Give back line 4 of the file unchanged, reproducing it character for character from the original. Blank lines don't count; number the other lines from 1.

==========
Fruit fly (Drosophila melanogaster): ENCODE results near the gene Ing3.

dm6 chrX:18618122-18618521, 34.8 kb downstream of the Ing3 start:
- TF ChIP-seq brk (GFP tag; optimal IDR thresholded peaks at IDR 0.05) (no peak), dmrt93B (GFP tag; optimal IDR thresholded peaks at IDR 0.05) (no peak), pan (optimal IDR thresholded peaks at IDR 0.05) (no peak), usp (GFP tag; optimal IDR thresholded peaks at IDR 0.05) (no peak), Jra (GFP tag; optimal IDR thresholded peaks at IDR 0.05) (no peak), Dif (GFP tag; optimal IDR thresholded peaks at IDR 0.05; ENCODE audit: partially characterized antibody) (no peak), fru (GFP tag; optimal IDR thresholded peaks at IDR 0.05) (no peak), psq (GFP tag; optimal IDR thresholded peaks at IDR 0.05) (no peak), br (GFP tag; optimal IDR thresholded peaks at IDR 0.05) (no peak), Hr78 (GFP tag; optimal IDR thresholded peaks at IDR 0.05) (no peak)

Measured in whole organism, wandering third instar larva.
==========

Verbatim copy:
Measured in whole organism, wandering third instar larva.